At Shanghai Expo, Ahmadinejad polite despite China's support for Iran sanctions
On visit to the Shanghai Expo, President Mahmoud Ahmadinejad alluded to 'pressure and intimidation' that China may have felt in the Iran sanctions vote. China, the largest customer of Iran oil, is treading carefully in the Middle East.
AP Photo/Andy Wong
China gave a low-key welcome to Iran's President Mahmoud Ahmadinejad as he visited the Shanghai Expo on Friday, just days after Beijing voted for a fourth round of United Nations sanctions designed to curb Iran’s nuclear program.
Officials here have insisted repeatedly in recent days that no senior government leader would meet Mr. Ahmadinejad, who inspected the Iranian pavilion at the Expo.
China’s vote in favor of sanctions have put fresh strains on its traditionally friendly relations with Tehran. Iran’s top nuclear official lashed out at Beijing Thursday, warning that “China is gradually losing its respectable position in the Islamic world.” But Ahmadinejad was polite in Shanghai.
IN PICTURES: Shanghai World Expo 2010 at night
"We have very good relations with China and we have no reason to weaken our relations with China.... The problem is the United States," said Ahmadinejad, who said Security Council countries had been subject to pressure and intimidation, according to the Associated Press.
China's delicate dance in the Mideast
The sanctions vote was another step in China’s delicate dance to strike a balance between its various political and economic interests in the Middle East, analysts here say.
China is a big customer for Iranian oil and a major investor in Iran’s energy sector, but Beijing is anxious not to alienate Tehran’s rivals in the Arab world. However, policymakers here had also feared a Chinese veto of the Western-backed sanctions resolution would have added another irritant to relations with Washington.
Foreign Ministry spokesman Qin Gang tried to placate Iran after the UN Security Council meeting, saying, “China attaches great importance to relations with Iran” and adding that “bilateral ties are not only in the interests of both nations, but also in the interests of regional peace, stability, and development.”
Why China, a friend of Iran, doesn't want it to get the bomb
Chinese experts on the Middle East say their government’s overriding priority in the Middle East is to stay friends with as many countries as possible and to ensure stability.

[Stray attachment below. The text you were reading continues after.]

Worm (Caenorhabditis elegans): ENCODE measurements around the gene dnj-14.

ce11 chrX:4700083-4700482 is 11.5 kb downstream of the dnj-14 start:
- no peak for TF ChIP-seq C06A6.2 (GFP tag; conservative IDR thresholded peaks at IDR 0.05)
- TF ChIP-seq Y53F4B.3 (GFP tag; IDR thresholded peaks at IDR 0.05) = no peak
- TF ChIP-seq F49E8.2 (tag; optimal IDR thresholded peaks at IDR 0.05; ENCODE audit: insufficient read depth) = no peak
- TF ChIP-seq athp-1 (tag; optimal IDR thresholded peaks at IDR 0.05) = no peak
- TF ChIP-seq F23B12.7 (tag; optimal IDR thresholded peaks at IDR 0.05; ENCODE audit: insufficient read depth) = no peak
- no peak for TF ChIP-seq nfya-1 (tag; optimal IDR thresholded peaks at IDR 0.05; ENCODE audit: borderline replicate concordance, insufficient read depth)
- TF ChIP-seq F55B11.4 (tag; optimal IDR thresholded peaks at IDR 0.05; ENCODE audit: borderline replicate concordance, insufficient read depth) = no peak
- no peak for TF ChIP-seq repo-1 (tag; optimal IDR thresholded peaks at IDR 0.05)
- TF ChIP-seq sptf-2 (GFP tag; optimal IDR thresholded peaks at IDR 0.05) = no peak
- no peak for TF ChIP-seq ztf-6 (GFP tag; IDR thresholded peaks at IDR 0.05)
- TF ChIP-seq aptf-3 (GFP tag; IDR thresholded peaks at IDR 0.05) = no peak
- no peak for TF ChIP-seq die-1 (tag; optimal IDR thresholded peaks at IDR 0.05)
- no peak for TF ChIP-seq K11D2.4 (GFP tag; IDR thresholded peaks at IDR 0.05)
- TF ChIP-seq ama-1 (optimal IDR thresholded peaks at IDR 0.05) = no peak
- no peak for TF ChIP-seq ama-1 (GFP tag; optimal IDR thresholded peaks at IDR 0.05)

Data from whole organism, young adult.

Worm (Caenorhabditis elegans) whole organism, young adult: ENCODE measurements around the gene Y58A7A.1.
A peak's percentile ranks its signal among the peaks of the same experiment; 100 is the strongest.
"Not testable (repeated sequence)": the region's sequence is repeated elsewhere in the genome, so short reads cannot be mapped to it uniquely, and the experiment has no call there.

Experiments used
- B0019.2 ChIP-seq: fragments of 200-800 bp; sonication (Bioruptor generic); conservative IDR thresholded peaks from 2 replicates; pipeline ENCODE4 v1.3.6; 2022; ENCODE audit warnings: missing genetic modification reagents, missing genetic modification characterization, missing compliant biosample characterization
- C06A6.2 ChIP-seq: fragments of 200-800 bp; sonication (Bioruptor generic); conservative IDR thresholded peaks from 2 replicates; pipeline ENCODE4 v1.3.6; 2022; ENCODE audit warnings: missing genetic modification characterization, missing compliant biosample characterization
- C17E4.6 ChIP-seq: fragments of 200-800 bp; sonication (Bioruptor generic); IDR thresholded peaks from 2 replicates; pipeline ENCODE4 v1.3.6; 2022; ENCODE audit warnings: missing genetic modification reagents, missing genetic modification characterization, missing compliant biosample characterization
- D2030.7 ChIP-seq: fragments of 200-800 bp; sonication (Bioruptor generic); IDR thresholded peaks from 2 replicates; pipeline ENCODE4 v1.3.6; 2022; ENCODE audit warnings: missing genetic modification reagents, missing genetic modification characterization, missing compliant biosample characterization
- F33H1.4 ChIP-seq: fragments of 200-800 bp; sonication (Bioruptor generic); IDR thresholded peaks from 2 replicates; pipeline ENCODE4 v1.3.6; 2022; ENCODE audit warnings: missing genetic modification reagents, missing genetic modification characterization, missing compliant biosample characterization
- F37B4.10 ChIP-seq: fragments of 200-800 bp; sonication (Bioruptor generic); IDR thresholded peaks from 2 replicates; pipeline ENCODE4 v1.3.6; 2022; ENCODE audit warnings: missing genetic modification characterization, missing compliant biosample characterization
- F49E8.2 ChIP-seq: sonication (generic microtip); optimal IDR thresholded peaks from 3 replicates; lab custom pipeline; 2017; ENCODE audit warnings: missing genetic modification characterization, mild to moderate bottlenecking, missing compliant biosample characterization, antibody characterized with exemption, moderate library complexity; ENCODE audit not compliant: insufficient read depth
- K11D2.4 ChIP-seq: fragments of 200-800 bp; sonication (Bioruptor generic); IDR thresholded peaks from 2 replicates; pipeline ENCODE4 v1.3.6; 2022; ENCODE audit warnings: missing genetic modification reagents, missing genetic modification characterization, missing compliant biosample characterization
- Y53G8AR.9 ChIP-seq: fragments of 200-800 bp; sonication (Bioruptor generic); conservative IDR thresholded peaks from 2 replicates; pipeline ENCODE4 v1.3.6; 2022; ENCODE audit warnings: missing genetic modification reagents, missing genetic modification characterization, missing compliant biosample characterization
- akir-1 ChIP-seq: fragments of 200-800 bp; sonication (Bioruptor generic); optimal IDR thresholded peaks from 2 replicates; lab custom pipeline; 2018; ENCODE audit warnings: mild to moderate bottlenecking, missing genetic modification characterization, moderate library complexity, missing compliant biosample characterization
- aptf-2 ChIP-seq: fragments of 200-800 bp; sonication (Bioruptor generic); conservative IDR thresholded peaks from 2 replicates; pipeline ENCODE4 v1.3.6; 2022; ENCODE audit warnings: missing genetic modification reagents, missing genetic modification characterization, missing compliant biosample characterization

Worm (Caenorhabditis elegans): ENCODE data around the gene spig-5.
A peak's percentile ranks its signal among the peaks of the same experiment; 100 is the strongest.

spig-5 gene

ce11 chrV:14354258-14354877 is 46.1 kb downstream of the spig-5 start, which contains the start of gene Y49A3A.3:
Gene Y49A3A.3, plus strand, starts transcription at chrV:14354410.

“Stability for the United States means a kind of order and good governance,” suggests Jin Liangxiang, a Middle East researcher at the Shanghai Institute for International Studies. “For China, it means a necessary environment for secure and stable energy supplies.”
China objects to Iran’s suspected nuclear weapons program not just because Beijing is opposed to nuclear proliferation, but because it threatens an arms race, says Yin Gang, an analyst with the Chinese Academy of Social Sciences.
“If Iran had a nuclear deterrent, other countries in the region would seek a new balance and seek to follow suit," says Professor Yin. “Iran cannot be allowed to have its own bomb or there would be a big war in the Middle East.”
Though China agreed in 1992 to build a nuclear reactor for Tehran, it canceled the deal a few years later under US and Israeli pressure. “We were the first to be cautious about Iran’s nuclear program,” Yin points out, while Russia went ahead with the Bushehr reactor.
Sanctions don't bar China from buying Iran oil
At the same time, Chinese diplomats ensured that Wednesday’s UN resolution did not restrict foreign investment in Iran’s oil and gas industry, as Western nations had originally proposed. Oil exports are the primary source of revenue for Iran's government.
Beijing argued that the sanctions should focus on the target of international concerns – Iran’s nuclear program – and worried that damage to Iran’s energy sector would hurt the economy in ways that would make ordinary Iranians suffer.
They appeared to have more self-interested motives, too. Besides importing 11 percent of its oil from Iran in 2009, China is the largest foreign investor in Iran’s oil and gas fields, partly filling a vacuum left by Western firms.
US oil companies are forbidden by US law to invest in Iran, and European firms such as Norway’s Statoil and Italy’s ENI “are lukewarm because of political pressure” from their governments says Valerie Marcel, an energy analyst with the London-based Chatham House think tank.
Why Iran appreciates China's business
China’s continued willingness to develop new fields “is a symbolic show of support of great significance,” says Dr. Marcel. When under US pressure Japan backed off a deal to explore Yadavaran, one of Iran’s largest oil fields, in 2007, “Iran was very relieved” that the largest Chinese state-owned company, Sinopec, stepped in to the deal," she says.
Another state-owned giant, China National Petroleum Corp., took over the lead in a $4.7 billion deal to develop the South Pars field earlier this year after the French firm Total dragged its feet in negotiations.
These government-to-government deals, however, are subject to approval by the Chinese authorities, who may yet get cold feet, suggests Yin, with the Chinese Academy of Social Sciences.
“The government has restrained investment in Iran’s oil industry for fear that if we are the only country investing during sanctions, it might damage our international image and our reputation among Arab countries,” he says. “China will undoubtedly have to pay closer and closer attention to the risks attached to investment in Iran’s energy sector.”
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IN PICTURES: Shanghai World Expo 2010 at night